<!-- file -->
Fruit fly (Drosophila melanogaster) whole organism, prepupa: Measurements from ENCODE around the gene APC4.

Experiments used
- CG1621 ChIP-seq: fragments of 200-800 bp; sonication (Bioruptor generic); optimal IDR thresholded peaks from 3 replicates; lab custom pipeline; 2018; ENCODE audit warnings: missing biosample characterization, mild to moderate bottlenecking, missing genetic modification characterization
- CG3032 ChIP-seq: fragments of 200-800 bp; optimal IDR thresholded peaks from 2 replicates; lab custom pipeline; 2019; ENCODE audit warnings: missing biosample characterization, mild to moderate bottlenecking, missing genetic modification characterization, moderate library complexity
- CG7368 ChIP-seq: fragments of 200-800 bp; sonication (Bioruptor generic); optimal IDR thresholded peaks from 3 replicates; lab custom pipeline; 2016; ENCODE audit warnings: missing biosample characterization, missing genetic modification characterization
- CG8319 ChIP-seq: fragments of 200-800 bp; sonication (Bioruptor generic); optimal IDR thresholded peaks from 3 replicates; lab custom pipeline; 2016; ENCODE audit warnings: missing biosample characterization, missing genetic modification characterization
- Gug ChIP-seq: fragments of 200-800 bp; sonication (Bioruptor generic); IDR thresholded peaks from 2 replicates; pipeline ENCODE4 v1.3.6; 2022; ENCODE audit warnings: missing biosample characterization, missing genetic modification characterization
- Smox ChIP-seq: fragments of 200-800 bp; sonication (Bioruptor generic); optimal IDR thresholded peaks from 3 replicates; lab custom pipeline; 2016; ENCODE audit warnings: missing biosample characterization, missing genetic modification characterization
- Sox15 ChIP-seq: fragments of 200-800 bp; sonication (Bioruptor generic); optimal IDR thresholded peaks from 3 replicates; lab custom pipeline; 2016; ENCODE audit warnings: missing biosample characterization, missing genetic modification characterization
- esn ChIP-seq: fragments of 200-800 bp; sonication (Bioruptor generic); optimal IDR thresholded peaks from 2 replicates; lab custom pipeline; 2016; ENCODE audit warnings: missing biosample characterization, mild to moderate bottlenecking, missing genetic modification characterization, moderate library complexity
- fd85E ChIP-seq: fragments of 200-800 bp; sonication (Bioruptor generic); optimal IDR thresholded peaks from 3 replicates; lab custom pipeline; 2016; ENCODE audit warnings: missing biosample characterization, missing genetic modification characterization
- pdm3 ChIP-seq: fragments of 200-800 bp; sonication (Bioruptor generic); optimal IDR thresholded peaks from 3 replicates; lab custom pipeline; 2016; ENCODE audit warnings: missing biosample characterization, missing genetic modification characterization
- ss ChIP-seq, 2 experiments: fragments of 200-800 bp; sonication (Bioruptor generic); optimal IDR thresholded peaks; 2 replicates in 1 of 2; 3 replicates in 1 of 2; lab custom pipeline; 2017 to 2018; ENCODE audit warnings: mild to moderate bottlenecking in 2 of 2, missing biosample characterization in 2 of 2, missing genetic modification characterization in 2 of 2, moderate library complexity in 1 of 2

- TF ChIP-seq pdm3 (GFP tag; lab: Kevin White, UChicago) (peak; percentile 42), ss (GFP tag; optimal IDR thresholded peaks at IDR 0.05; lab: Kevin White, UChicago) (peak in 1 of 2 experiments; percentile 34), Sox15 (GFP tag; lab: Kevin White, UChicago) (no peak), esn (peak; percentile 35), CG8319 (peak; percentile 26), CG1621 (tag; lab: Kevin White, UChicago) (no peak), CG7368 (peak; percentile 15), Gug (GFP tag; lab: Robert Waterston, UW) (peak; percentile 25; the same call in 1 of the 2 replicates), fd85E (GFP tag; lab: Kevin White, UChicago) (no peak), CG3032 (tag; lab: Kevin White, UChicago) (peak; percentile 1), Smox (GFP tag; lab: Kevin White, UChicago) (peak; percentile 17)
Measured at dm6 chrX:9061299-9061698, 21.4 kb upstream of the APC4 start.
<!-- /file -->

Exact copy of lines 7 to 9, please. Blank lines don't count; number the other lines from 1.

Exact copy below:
- Gug ChIP-seq: fragments of 200-800 bp; sonication (Bioruptor generic); IDR thresholded peaks from 2 replicates; pipeline ENCODE4 v1.3.6; 2022; ENCODE audit warnings: missing biosample characterization, missing genetic modification characterization
- Smox ChIP-seq: fragments of 200-800 bp; sonication (Bioruptor generic); optimal IDR thresholded peaks from 3 replicates; lab custom pipeline; 2016; ENCODE audit warnings: missing biosample characterization, missing genetic modification characterization
- Sox15 ChIP-seq: fragments of 200-800 bp; sonication (Bioruptor generic); optimal IDR thresholded peaks from 3 replicates; lab custom pipeline; 2016; ENCODE audit warnings: missing biosample characterization, missing genetic modification characterization